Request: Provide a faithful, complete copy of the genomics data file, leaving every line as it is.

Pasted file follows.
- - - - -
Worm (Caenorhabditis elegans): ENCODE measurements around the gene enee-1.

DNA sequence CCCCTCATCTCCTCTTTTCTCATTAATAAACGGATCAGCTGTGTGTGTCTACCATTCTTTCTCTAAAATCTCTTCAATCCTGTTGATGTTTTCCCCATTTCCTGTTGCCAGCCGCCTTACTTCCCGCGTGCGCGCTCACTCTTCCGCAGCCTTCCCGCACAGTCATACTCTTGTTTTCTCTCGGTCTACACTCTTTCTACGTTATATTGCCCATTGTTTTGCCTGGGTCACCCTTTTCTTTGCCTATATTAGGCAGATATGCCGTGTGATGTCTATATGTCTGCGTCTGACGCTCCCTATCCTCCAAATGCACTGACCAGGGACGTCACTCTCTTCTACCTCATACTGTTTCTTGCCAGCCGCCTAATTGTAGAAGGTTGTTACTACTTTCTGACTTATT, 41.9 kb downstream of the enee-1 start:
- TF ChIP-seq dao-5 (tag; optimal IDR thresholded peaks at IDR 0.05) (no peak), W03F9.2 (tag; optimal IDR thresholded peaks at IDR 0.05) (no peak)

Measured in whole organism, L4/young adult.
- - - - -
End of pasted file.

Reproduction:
Worm (Caenorhabditis elegans): ENCODE measurements around the gene enee-1.

DNA sequence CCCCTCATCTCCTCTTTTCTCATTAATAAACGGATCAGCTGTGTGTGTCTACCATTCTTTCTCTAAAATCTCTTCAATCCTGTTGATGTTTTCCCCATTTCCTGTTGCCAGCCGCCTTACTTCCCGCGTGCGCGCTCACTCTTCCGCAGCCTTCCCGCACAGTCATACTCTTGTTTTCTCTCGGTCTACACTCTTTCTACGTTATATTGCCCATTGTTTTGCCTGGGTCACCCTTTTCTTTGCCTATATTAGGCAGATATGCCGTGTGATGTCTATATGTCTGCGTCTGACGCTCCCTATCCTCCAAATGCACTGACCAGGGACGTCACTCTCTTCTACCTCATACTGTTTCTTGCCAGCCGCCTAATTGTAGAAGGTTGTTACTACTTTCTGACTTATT, 41.9 kb downstream of the enee-1 start:
- TF ChIP-seq dao-5 (tag; optimal IDR thresholded peaks at IDR 0.05) (no peak), W03F9.2 (tag; optimal IDR thresholded peaks at IDR 0.05) (no peak)

Measured in whole organism, L4/young adult.